Golden Ball Tavern and its Team of Loyalists Looking for Tour Guides
Now, as most Westonians know, we have two publicly-accessible-ish (soon, JST, soon) Taverns in town. While the JoSTice (the Josiah Smith Tavern at 358 Boston Post Road) gets most of the attention as the Community occasionally LOSES its collective mind on Facebook about the costs, the lease, the use, and the lack of restaurant, there’s another tavern down the street which was privately funded and is now a Museum. If you have never heard of the Golden Ball Tavern (662 Boston Post Road), I surmise you have never tried to escape the Highland Crossing of Doom by sneaking up a side street, nor visited the Country Garden plant sale, nor ever gone to school in Weston.
Recently the Owl spoke with the new director of the Golden Ball Tavern, Kate Campbell, who sadly does not have the title of Tavern Keeper or Loyalist in Chief. Why no one employs the Owl to do their naming is completely beyond me. In any case, Kate has lots of plans for my favorite home of tea drinkers including making it a “more accessible resource and destination.” This sounds fun. Can we open the bar again? Saturday nights at the GBT, serving cider (terrible stuff, really, fight me on that one) and crumpets. What are crumpets? Let’s not find out. Yet to enter GBT’s plans is flag football versus the JST staff but I do not give up hope.
The Golden Ball Museum is now looking for a few recruits to quaff tea, lead tours and answer questions. Yes, it is a call out for volunteers to share the stories of Weston’s role in the American Revolution. Incidentally, I note that Kate calls the GBTers “Tories”, and I thought we were using “Loyalists.” Hmmm. I prefer Loyalists, but of course, no one cares.
So, here’s the “did you know?” Through a unique partnership with the Weston Public School system, GBT and its loyal (see how I did that?) group of tour guides interact with WPS schoolchildren potentially four times during their school tenure – all kindergarten students, 3rd graders, 5th graders, and high school American History students pass through the doors to learn about the “Tory” experience and Weston’s role in the American Revolution. And the GBT needs more people to help tell the story.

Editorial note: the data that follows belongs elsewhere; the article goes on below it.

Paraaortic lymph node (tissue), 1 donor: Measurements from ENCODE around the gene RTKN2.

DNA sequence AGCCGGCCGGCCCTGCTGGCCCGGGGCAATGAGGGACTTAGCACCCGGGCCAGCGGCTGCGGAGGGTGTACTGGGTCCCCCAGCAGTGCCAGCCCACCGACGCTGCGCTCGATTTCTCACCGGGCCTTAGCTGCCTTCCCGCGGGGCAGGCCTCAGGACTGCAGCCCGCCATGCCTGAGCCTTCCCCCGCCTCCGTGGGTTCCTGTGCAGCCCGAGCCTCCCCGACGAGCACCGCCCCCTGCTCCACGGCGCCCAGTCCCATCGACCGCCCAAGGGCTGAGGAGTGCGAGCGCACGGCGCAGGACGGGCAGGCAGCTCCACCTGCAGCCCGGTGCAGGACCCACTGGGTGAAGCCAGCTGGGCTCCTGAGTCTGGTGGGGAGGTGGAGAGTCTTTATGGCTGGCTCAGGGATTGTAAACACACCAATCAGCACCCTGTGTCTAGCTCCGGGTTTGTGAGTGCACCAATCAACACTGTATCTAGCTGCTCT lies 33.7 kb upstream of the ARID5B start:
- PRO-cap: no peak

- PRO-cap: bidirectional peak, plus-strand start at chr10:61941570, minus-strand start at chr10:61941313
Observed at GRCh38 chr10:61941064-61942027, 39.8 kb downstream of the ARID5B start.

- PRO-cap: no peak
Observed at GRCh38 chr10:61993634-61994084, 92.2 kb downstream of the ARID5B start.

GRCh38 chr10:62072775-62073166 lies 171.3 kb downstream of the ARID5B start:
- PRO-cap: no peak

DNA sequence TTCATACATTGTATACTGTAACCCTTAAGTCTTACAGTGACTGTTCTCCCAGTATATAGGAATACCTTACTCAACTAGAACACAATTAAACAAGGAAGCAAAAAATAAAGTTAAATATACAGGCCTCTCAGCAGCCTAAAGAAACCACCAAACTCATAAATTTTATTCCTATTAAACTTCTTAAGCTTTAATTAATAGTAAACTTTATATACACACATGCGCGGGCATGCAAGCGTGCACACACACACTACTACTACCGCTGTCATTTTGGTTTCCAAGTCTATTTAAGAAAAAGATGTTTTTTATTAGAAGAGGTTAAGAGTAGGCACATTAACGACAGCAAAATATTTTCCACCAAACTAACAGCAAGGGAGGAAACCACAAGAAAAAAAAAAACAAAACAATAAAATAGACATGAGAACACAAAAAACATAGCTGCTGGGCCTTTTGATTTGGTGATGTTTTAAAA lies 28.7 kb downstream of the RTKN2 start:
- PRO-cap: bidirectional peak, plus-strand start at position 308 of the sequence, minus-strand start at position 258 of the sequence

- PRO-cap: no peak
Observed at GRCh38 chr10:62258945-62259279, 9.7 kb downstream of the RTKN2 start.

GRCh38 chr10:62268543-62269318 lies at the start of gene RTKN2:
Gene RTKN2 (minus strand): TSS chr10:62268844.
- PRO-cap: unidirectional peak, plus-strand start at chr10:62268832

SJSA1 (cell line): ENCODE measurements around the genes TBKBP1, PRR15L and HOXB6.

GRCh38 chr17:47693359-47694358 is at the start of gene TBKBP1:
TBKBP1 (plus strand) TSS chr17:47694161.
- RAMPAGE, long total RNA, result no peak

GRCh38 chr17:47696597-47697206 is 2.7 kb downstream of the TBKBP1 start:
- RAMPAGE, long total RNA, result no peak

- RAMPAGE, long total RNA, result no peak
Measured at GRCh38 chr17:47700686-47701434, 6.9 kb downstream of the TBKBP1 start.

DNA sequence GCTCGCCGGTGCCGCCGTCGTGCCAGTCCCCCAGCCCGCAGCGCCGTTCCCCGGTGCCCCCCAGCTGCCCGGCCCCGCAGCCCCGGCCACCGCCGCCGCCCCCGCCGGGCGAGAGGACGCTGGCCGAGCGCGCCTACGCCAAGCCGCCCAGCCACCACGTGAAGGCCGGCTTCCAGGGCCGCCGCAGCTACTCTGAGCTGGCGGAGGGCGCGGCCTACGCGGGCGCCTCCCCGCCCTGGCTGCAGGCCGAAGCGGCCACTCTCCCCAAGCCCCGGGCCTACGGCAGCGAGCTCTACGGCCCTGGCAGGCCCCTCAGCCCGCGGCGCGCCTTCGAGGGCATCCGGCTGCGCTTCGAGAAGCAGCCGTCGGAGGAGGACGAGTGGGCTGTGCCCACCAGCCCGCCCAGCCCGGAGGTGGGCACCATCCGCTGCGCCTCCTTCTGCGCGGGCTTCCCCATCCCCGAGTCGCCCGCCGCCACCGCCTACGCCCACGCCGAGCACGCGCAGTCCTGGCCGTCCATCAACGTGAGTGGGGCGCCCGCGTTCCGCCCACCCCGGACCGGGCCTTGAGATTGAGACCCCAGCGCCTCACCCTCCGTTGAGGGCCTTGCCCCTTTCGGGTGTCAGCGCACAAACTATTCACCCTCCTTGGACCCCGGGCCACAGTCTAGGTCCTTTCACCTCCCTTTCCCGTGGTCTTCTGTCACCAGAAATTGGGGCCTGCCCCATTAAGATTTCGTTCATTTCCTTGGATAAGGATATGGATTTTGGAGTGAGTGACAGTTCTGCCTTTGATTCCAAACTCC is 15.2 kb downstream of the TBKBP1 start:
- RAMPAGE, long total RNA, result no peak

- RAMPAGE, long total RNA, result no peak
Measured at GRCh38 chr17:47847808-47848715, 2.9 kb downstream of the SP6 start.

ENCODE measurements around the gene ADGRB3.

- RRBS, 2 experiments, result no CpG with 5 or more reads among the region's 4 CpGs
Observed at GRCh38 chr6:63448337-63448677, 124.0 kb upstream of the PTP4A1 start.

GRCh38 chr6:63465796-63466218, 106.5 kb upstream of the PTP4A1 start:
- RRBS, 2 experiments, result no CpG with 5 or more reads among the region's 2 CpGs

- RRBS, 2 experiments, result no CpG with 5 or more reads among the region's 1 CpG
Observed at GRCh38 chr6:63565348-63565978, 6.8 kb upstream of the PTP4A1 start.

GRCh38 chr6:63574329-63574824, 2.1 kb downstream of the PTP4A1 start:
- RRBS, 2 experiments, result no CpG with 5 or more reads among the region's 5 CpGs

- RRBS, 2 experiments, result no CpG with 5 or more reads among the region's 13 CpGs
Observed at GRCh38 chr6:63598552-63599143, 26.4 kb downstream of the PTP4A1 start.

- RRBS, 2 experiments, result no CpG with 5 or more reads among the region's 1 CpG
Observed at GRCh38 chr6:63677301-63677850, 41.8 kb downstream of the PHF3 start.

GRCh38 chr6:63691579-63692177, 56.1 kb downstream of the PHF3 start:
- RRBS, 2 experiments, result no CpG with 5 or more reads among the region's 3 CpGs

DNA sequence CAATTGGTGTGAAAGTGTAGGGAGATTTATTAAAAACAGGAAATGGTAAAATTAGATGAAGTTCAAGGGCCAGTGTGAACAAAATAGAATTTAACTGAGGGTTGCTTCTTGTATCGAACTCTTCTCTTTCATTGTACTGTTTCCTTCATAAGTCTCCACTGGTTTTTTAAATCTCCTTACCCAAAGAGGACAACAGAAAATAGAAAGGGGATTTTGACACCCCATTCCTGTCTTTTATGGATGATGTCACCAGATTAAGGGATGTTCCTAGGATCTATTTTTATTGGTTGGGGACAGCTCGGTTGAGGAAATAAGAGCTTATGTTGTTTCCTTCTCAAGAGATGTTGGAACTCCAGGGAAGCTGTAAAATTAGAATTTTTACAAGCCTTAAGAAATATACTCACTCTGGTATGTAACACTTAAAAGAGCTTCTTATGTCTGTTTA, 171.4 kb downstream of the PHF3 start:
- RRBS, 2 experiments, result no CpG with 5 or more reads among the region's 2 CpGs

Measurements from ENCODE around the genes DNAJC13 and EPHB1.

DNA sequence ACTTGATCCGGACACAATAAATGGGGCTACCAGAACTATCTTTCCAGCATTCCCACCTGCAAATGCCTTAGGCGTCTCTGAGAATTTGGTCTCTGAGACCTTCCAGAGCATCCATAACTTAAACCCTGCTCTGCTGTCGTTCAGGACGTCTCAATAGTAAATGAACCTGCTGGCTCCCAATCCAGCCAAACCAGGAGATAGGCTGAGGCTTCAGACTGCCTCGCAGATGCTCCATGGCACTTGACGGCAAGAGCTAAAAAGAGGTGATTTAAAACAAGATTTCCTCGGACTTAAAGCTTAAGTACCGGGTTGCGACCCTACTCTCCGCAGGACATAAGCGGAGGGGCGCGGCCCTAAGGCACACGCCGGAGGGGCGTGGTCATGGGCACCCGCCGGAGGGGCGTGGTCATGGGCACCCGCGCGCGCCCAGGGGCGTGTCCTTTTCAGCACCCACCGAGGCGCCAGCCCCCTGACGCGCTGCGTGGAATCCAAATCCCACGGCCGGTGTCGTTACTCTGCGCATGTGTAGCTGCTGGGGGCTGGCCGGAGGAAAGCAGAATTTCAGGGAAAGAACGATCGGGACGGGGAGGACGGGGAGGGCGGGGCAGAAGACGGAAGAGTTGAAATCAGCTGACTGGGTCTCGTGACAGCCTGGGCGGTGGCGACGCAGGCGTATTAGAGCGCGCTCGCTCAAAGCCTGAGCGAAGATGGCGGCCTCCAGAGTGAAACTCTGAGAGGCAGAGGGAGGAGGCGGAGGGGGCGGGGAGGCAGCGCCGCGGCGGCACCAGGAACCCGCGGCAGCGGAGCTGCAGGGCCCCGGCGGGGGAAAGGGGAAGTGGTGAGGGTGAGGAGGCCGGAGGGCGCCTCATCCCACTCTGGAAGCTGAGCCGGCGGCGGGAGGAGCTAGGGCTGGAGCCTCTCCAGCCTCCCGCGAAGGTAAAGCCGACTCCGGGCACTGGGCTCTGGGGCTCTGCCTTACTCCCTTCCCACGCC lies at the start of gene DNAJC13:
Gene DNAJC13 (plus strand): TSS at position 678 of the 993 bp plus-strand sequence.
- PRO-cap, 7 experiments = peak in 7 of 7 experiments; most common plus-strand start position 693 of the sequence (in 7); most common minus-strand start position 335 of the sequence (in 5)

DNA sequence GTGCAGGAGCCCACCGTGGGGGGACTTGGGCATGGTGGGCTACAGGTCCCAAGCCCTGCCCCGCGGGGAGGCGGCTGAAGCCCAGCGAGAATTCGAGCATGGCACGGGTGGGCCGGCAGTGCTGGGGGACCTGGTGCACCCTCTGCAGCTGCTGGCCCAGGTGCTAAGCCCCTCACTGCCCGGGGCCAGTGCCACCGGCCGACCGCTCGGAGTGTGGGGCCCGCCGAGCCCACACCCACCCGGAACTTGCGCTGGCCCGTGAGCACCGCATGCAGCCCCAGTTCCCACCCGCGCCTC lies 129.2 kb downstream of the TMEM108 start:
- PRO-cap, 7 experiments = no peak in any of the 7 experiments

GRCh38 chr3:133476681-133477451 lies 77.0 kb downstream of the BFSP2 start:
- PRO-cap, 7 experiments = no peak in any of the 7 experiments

“Guides help tell the story in conjunction with the appropriate grade curriculum. It’s not a huge time commitment, but it is fun, informative, and frankly incredibly interesting to find out about a different perspective during the Revolution,” says Kate. And, in an unneeded editorial comment, I have to say that elementary school kids are hilarious and curious and you will get more than you put in…I know this after spending two hours with them at yesterday’s Global Diversity Fair. The high schoolers are….different. Ask me how I know this.
GBT’s longtime, incredibly knowledgeable Education Coordinator is Carolyn McGuire (firstname.lastname@example.org). If you are interested in being a part of the storytelling crew at the GBT, please send her an email to learn more. I personally want to lead a ghost tour there, where we explore the attic and the basement and maybe the barn, put flashlights under our chins and creep around like, well, kids, and then eat chocolate mice and drink hot cocoa at the end. Alas…no volunteer role for me.
Please reach out to the GBT if you are interested.
For more than two and a half centuries, the Golden Ball Tavern has stood on the Boston Post Road in Weston, Massachusetts -its history and fortunes paralleling those of an emerging and developing nation. Built in 1768, it became a trust and museum in 1964. The Golden Ball Tavern is open for tours on the Second Sunday of the month from 1-3 pm. You can learn more at https://www.goldenballtavern.org/